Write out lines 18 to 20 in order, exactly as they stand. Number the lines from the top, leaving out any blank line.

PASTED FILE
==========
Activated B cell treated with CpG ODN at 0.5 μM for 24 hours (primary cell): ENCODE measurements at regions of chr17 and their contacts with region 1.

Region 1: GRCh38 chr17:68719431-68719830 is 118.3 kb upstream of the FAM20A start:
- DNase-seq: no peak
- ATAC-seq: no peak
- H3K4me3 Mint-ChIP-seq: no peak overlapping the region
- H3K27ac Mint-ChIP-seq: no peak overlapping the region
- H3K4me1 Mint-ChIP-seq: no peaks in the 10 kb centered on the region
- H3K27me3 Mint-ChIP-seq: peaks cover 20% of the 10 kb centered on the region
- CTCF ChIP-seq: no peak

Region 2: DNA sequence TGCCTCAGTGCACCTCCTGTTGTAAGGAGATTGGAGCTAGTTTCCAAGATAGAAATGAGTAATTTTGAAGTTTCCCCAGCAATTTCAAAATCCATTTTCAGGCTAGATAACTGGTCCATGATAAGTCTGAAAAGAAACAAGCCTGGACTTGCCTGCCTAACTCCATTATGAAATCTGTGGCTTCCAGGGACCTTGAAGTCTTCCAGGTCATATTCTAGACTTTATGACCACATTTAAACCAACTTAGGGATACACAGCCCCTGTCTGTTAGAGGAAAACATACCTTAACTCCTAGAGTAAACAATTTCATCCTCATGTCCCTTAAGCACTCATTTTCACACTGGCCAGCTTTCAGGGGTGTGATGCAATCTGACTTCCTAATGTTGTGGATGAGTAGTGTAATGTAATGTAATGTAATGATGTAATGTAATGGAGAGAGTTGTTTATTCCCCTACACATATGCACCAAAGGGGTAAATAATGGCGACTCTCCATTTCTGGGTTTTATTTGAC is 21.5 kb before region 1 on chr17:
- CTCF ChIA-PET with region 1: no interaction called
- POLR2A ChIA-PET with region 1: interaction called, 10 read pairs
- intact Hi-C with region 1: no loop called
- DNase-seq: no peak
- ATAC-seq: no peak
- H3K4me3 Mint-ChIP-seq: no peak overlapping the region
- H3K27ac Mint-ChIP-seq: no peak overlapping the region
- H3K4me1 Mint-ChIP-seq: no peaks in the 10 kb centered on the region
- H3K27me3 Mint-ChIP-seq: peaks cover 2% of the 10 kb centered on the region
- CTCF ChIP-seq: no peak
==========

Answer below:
- H3K4me1 Mint-ChIP-seq: no peaks in the 10 kb centered on the region
- H3K27me3 Mint-ChIP-seq: peaks cover 2% of the 10 kb centered on the region
- CTCF ChIP-seq: no peak